"The right invaded by false imprisonment is of such character that the liability of the wrongdoer does not depend primarily upon his mental attitude. All of the authorities declare that neither malice nor ordinarily want of probable cause is an essential element of the right of action. If the imprisonment is lawful it does not become unlawful because done with malicious intent; if the conduct be unlawful, neither good faith nor provocation nor ignorance of the law is a defense to the person committing the wrong, in a civil as distinguished from a criminal proceeding." (19 Cyc. 319.)

In an action for false imprisonment the essentials are: First, that plaintiff was arrested and detained by defendant without process; second, that plaintiff was not guilty of the offense for which he was arrested. An arrest procured by any one other than a police officer, without a warrant, is always unlawful, except, first, where a crime has been committed or attempted by the person arrested in his presence, or, second, where a felony has been committed by the person arrested. While a peace officer, under section 177 of the Code of Criminal Procedure, may without a warrant arrest a person when a felony has in fact been committed and he has reasonable cause for believing the person to be arrested to have committed it, a private person is only authorized to arrest another when a crime has been committed or attempted in his presence, or when the person arrested has committed a felony, although not in his presence. (Code Crim. Proc. § 183; Grinnell v. Weston, 95 App. Div. 454.) It follows that a cause of action for false imprisonment accrues whenever a person is arrested and detained by one not an officer, acting without a warrant, when no crime has in fact been committed by him, no matter with what good faith the party who caused the arrest acted.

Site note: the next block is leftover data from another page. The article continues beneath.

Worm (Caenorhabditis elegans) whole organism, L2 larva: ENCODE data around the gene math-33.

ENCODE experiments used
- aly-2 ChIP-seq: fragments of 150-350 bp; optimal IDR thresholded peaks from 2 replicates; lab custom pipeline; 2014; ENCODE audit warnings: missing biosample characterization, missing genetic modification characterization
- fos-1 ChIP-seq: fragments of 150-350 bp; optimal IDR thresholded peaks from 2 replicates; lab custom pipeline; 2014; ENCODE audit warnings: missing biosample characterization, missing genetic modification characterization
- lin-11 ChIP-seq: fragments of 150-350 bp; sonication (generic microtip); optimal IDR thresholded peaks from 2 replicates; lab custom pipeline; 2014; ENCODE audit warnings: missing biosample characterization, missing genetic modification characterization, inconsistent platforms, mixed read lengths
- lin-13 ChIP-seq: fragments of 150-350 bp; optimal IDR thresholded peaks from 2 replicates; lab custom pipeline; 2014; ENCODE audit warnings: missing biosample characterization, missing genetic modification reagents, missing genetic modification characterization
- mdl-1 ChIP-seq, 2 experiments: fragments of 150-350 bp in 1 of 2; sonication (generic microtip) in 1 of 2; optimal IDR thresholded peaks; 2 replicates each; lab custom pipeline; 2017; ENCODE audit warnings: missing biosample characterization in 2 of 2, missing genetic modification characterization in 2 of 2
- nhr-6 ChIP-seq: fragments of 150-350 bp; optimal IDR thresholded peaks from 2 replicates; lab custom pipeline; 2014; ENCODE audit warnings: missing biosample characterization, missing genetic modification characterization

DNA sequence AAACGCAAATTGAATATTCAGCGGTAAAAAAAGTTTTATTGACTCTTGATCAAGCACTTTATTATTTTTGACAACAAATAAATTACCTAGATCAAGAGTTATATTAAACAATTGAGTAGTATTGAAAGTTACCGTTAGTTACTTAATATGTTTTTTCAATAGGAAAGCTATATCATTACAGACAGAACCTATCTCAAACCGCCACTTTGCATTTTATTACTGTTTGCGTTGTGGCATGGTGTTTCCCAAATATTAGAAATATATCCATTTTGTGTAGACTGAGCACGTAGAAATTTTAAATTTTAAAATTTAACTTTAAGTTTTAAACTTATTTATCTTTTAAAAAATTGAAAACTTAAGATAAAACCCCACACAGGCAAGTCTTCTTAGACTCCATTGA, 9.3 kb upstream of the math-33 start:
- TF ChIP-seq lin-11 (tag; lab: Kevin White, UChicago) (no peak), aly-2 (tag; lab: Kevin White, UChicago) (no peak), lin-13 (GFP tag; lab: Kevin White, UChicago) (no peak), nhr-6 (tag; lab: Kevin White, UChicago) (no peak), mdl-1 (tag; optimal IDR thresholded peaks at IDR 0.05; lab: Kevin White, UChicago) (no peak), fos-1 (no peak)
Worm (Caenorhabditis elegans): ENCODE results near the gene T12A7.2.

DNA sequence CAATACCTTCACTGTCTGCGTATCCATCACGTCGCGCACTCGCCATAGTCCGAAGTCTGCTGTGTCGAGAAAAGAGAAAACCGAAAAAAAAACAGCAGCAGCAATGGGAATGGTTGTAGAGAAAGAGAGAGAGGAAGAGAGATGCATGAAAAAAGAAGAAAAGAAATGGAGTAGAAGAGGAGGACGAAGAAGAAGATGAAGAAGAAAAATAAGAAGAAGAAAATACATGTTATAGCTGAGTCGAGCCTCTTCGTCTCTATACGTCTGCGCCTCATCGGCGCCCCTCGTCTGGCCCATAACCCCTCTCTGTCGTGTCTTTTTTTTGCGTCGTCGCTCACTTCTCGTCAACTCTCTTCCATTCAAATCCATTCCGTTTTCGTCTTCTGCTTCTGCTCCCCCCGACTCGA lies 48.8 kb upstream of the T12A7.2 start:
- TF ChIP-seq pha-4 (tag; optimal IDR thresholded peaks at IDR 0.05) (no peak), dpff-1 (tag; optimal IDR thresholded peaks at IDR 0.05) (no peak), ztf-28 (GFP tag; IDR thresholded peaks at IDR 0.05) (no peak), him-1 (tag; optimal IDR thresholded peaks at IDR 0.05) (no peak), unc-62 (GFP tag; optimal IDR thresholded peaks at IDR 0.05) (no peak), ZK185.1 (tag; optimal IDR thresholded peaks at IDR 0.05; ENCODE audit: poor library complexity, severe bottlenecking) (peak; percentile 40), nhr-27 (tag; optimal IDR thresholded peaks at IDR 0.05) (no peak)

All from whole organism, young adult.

In Marks v. Townsend ( 97 N.Y. 590) EARL, J., said: "Even malicious motives and the absence of probable cause do not give a party arrested an action for false imprisonment. They may aggravate his damage, but have nothing whatever to do with the cause of action."

In the complaint, which is a part of this record, there is no allegation of malice. The cause of action is based upon an arrest without a warrant. The judgment roll is not before us nor is the evidence. We must hold that the judgment followed the complaint and that it would have been error upon the trial for the judge to have charged that the jury must find malice in the defendant in causing the arrest before they could find a verdict for the plaintiff. If, therefore, malice is not an ingredient of the cause of action for false imprisonment, if it is not alleged in the complaint, I do not see how a judgment upon such a complaint and for such a cause of action can be held to be a liability for willful and malicious injury to the person of another.